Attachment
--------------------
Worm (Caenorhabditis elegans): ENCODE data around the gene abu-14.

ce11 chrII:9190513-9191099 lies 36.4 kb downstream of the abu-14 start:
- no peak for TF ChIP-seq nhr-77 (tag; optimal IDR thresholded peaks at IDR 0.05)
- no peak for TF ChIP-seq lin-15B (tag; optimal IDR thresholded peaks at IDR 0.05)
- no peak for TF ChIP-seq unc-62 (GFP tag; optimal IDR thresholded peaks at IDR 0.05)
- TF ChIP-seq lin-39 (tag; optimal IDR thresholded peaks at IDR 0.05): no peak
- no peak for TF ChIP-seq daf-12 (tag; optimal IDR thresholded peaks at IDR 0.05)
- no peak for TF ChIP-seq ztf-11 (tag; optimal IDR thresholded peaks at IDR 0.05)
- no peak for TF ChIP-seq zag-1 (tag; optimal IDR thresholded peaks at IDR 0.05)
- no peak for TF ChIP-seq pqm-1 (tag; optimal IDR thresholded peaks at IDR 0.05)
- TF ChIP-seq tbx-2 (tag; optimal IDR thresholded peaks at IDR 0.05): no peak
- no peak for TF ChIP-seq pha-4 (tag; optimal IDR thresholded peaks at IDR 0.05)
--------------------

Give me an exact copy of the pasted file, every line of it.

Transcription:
Worm (Caenorhabditis elegans): ENCODE data around the gene abu-14.

ce11 chrII:9190513-9191099 lies 36.4 kb downstream of the abu-14 start:
- no peak for TF ChIP-seq nhr-77 (tag; optimal IDR thresholded peaks at IDR 0.05)
- no peak for TF ChIP-seq lin-15B (tag; optimal IDR thresholded peaks at IDR 0.05)
- no peak for TF ChIP-seq unc-62 (GFP tag; optimal IDR thresholded peaks at IDR 0.05)
- TF ChIP-seq lin-39 (tag; optimal IDR thresholded peaks at IDR 0.05): no peak
- no peak for TF ChIP-seq daf-12 (tag; optimal IDR thresholded peaks at IDR 0.05)
- no peak for TF ChIP-seq ztf-11 (tag; optimal IDR thresholded peaks at IDR 0.05)
- no peak for TF ChIP-seq zag-1 (tag; optimal IDR thresholded peaks at IDR 0.05)
- no peak for TF ChIP-seq pqm-1 (tag; optimal IDR thresholded peaks at IDR 0.05)
- TF ChIP-seq tbx-2 (tag; optimal IDR thresholded peaks at IDR 0.05): no peak
- no peak for TF ChIP-seq pha-4 (tag; optimal IDR thresholded peaks at IDR 0.05)